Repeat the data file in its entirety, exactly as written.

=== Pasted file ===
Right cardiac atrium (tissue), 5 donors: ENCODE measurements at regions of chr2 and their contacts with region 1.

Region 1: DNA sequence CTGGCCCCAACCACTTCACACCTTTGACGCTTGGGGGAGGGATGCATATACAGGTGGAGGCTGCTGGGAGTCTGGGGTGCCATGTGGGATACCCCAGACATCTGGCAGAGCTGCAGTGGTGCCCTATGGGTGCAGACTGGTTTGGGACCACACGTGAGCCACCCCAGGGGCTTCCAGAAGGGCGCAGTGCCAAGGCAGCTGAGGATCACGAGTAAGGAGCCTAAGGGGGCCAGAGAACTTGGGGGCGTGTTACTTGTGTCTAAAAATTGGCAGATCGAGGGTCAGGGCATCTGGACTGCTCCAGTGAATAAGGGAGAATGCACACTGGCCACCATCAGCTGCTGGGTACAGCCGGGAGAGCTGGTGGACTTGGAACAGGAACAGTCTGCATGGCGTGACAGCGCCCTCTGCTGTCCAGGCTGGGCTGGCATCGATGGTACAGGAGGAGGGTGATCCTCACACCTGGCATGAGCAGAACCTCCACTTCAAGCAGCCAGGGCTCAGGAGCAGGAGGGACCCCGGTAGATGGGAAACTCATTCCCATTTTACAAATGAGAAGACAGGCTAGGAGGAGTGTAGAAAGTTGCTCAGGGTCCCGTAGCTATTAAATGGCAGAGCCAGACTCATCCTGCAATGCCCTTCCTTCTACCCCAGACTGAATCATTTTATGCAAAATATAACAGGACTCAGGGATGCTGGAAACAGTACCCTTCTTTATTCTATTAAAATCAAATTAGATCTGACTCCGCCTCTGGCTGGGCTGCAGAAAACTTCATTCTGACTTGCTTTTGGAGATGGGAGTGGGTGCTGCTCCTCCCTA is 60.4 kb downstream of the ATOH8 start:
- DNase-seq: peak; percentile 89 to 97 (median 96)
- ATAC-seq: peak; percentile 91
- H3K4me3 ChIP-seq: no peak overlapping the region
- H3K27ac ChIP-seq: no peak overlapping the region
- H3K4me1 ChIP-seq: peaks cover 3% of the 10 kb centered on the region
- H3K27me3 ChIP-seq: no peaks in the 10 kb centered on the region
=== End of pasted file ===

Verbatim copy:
Right cardiac atrium (tissue), 5 donors: ENCODE measurements at regions of chr2 and their contacts with region 1.

Region 1: DNA sequence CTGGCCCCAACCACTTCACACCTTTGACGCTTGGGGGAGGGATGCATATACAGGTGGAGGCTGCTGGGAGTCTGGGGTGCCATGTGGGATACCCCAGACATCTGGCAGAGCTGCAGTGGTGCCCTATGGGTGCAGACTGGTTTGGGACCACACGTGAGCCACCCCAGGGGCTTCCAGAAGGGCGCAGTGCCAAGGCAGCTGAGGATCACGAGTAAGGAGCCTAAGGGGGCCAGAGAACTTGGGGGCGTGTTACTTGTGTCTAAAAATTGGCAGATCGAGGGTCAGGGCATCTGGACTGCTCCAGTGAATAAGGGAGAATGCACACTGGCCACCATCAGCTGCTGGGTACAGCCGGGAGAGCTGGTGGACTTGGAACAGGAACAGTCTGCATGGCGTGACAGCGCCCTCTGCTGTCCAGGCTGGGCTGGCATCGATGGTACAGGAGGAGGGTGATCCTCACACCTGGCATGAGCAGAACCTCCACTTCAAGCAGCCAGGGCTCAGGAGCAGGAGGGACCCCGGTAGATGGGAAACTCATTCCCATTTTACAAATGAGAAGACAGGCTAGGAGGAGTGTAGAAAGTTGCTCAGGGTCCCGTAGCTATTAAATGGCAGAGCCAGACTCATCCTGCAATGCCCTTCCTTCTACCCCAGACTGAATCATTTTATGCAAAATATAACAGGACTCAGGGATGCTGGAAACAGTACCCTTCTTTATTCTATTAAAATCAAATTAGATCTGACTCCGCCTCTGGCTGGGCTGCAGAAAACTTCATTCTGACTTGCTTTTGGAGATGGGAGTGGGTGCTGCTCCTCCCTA is 60.4 kb downstream of the ATOH8 start:
- DNase-seq: peak; percentile 89 to 97 (median 96)
- ATAC-seq: peak; percentile 91
- H3K4me3 ChIP-seq: no peak overlapping the region
- H3K27ac ChIP-seq: no peak overlapping the region
- H3K4me1 ChIP-seq: peaks cover 3% of the 10 kb centered on the region
- H3K27me3 ChIP-seq: no peaks in the 10 kb centered on the region